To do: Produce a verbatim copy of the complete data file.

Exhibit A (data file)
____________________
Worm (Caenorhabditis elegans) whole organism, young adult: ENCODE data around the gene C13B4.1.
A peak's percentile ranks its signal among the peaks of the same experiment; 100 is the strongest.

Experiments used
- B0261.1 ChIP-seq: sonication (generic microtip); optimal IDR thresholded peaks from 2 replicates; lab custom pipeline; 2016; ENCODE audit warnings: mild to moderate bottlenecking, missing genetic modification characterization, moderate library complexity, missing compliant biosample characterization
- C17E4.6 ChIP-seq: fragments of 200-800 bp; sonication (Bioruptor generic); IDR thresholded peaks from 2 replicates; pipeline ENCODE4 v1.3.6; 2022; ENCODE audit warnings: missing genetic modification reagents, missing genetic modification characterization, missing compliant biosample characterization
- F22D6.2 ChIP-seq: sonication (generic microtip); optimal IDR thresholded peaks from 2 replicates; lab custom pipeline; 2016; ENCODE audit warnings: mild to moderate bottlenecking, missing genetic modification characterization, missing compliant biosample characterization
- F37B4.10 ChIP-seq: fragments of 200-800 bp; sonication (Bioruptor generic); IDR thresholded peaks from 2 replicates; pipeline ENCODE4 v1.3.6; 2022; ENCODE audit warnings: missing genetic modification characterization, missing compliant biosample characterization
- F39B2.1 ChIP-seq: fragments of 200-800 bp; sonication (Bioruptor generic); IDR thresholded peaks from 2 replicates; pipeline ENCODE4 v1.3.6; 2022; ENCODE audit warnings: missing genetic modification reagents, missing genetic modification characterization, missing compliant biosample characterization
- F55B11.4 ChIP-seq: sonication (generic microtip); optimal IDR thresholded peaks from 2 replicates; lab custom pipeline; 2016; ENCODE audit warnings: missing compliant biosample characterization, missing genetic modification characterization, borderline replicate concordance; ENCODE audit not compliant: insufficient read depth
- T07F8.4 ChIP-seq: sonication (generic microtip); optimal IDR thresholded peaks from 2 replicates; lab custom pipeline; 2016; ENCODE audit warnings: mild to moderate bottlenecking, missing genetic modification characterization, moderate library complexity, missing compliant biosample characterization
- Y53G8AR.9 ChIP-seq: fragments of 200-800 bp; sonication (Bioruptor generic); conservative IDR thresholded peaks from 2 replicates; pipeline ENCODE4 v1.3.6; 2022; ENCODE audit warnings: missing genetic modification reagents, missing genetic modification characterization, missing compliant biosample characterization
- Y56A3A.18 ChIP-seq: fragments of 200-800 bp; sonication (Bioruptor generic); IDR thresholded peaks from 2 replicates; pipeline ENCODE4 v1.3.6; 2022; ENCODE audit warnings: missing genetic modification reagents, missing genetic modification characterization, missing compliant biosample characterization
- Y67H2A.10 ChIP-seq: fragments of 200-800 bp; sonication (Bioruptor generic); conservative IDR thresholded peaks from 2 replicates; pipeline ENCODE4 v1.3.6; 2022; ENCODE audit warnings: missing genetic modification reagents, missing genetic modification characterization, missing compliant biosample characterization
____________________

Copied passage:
Worm (Caenorhabditis elegans) whole organism, young adult: ENCODE data around the gene C13B4.1.
A peak's percentile ranks its signal among the peaks of the same experiment; 100 is the strongest.

Experiments used
- B0261.1 ChIP-seq: sonication (generic microtip); optimal IDR thresholded peaks from 2 replicates; lab custom pipeline; 2016; ENCODE audit warnings: mild to moderate bottlenecking, missing genetic modification characterization, moderate library complexity, missing compliant biosample characterization
- C17E4.6 ChIP-seq: fragments of 200-800 bp; sonication (Bioruptor generic); IDR thresholded peaks from 2 replicates; pipeline ENCODE4 v1.3.6; 2022; ENCODE audit warnings: missing genetic modification reagents, missing genetic modification characterization, missing compliant biosample characterization
- F22D6.2 ChIP-seq: sonication (generic microtip); optimal IDR thresholded peaks from 2 replicates; lab custom pipeline; 2016; ENCODE audit warnings: mild to moderate bottlenecking, missing genetic modification characterization, missing compliant biosample characterization
- F37B4.10 ChIP-seq: fragments of 200-800 bp; sonication (Bioruptor generic); IDR thresholded peaks from 2 replicates; pipeline ENCODE4 v1.3.6; 2022; ENCODE audit warnings: missing genetic modification characterization, missing compliant biosample characterization
- F39B2.1 ChIP-seq: fragments of 200-800 bp; sonication (Bioruptor generic); IDR thresholded peaks from 2 replicates; pipeline ENCODE4 v1.3.6; 2022; ENCODE audit warnings: missing genetic modification reagents, missing genetic modification characterization, missing compliant biosample characterization
- F55B11.4 ChIP-seq: sonication (generic microtip); optimal IDR thresholded peaks from 2 replicates; lab custom pipeline; 2016; ENCODE audit warnings: missing compliant biosample characterization, missing genetic modification characterization, borderline replicate concordance; ENCODE audit not compliant: insufficient read depth
- T07F8.4 ChIP-seq: sonication (generic microtip); optimal IDR thresholded peaks from 2 replicates; lab custom pipeline; 2016; ENCODE audit warnings: mild to moderate bottlenecking, missing genetic modification characterization, moderate library complexity, missing compliant biosample characterization
- Y53G8AR.9 ChIP-seq: fragments of 200-800 bp; sonication (Bioruptor generic); conservative IDR thresholded peaks from 2 replicates; pipeline ENCODE4 v1.3.6; 2022; ENCODE audit warnings: missing genetic modification reagents, missing genetic modification characterization, missing compliant biosample characterization
- Y56A3A.18 ChIP-seq: fragments of 200-800 bp; sonication (Bioruptor generic); IDR thresholded peaks from 2 replicates; pipeline ENCODE4 v1.3.6; 2022; ENCODE audit warnings: missing genetic modification reagents, missing genetic modification characterization, missing compliant biosample characterization
- Y67H2A.10 ChIP-seq: fragments of 200-800 bp; sonication (Bioruptor generic); conservative IDR thresholded peaks from 2 replicates; pipeline ENCODE4 v1.3.6; 2022; ENCODE audit warnings: missing genetic modification reagents, missing genetic modification characterization, missing compliant biosample characterization